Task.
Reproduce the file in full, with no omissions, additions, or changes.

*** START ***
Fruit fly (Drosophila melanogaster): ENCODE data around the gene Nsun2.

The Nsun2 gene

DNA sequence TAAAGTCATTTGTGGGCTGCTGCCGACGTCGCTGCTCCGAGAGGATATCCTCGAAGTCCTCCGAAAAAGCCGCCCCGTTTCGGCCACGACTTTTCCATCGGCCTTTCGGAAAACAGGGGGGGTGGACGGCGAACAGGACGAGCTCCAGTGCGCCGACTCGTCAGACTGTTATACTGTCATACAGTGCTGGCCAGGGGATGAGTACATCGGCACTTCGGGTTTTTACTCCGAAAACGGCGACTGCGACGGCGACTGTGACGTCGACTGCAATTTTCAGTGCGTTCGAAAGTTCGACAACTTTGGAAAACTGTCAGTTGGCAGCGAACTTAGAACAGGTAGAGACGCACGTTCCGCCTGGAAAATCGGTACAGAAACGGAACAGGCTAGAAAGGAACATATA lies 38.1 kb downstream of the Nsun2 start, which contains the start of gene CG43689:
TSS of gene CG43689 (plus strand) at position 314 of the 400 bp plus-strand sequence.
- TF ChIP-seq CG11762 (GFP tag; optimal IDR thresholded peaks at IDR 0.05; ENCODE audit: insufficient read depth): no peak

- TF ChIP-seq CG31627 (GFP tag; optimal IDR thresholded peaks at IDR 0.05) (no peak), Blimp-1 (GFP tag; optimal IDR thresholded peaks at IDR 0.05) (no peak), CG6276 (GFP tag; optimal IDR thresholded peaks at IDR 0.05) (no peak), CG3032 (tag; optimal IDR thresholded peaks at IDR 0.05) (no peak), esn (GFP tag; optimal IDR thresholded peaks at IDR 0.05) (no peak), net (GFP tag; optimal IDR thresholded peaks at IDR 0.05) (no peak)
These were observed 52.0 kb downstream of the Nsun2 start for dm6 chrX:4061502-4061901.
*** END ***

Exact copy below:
Fruit fly (Drosophila melanogaster): ENCODE data around the gene Nsun2.

The Nsun2 gene

DNA sequence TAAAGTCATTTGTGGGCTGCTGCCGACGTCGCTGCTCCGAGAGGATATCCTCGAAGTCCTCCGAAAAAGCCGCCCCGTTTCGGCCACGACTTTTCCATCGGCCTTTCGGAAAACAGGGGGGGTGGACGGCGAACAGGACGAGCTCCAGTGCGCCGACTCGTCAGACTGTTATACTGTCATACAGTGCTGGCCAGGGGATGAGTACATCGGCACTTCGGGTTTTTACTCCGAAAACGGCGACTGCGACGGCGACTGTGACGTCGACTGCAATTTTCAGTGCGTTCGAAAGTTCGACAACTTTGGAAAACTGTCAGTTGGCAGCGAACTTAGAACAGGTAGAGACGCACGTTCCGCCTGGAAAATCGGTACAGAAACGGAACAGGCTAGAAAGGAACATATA lies 38.1 kb downstream of the Nsun2 start, which contains the start of gene CG43689:
TSS of gene CG43689 (plus strand) at position 314 of the 400 bp plus-strand sequence.
- TF ChIP-seq CG11762 (GFP tag; optimal IDR thresholded peaks at IDR 0.05; ENCODE audit: insufficient read depth): no peak

- TF ChIP-seq CG31627 (GFP tag; optimal IDR thresholded peaks at IDR 0.05) (no peak), Blimp-1 (GFP tag; optimal IDR thresholded peaks at IDR 0.05) (no peak), CG6276 (GFP tag; optimal IDR thresholded peaks at IDR 0.05) (no peak), CG3032 (tag; optimal IDR thresholded peaks at IDR 0.05) (no peak), esn (GFP tag; optimal IDR thresholded peaks at IDR 0.05) (no peak), net (GFP tag; optimal IDR thresholded peaks at IDR 0.05) (no peak)
These were observed 52.0 kb downstream of the Nsun2 start for dm6 chrX:4061502-4061901.